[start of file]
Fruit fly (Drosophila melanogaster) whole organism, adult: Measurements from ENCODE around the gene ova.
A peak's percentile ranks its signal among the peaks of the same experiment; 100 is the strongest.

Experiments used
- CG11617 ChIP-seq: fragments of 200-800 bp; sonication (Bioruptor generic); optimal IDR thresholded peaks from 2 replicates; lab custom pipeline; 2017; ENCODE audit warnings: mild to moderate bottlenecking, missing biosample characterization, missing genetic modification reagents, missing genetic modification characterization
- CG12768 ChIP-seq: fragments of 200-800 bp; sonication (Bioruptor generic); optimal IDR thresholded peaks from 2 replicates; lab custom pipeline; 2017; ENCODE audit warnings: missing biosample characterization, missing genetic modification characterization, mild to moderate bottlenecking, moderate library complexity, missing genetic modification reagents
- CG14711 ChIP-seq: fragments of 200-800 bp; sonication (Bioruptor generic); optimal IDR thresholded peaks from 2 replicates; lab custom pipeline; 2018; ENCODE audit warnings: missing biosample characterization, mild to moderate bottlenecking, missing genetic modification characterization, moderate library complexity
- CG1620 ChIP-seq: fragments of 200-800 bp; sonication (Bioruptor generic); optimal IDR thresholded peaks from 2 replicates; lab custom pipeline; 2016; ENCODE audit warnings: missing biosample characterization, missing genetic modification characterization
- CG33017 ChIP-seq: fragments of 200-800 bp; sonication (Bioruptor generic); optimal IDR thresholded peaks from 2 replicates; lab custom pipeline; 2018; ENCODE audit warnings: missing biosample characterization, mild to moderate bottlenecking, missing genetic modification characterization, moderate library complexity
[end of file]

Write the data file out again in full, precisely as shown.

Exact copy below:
Fruit fly (Drosophila melanogaster) whole organism, adult: Measurements from ENCODE around the gene ova.
A peak's percentile ranks its signal among the peaks of the same experiment; 100 is the strongest.

Experiments used
- CG11617 ChIP-seq: fragments of 200-800 bp; sonication (Bioruptor generic); optimal IDR thresholded peaks from 2 replicates; lab custom pipeline; 2017; ENCODE audit warnings: mild to moderate bottlenecking, missing biosample characterization, missing genetic modification reagents, missing genetic modification characterization
- CG12768 ChIP-seq: fragments of 200-800 bp; sonication (Bioruptor generic); optimal IDR thresholded peaks from 2 replicates; lab custom pipeline; 2017; ENCODE audit warnings: missing biosample characterization, missing genetic modification characterization, mild to moderate bottlenecking, moderate library complexity, missing genetic modification reagents
- CG14711 ChIP-seq: fragments of 200-800 bp; sonication (Bioruptor generic); optimal IDR thresholded peaks from 2 replicates; lab custom pipeline; 2018; ENCODE audit warnings: missing biosample characterization, mild to moderate bottlenecking, missing genetic modification characterization, moderate library complexity
- CG1620 ChIP-seq: fragments of 200-800 bp; sonication (Bioruptor generic); optimal IDR thresholded peaks from 2 replicates; lab custom pipeline; 2016; ENCODE audit warnings: missing biosample characterization, missing genetic modification characterization
- CG33017 ChIP-seq: fragments of 200-800 bp; sonication (Bioruptor generic); optimal IDR thresholded peaks from 2 replicates; lab custom pipeline; 2018; ENCODE audit warnings: missing biosample characterization, mild to moderate bottlenecking, missing genetic modification characterization, moderate library complexity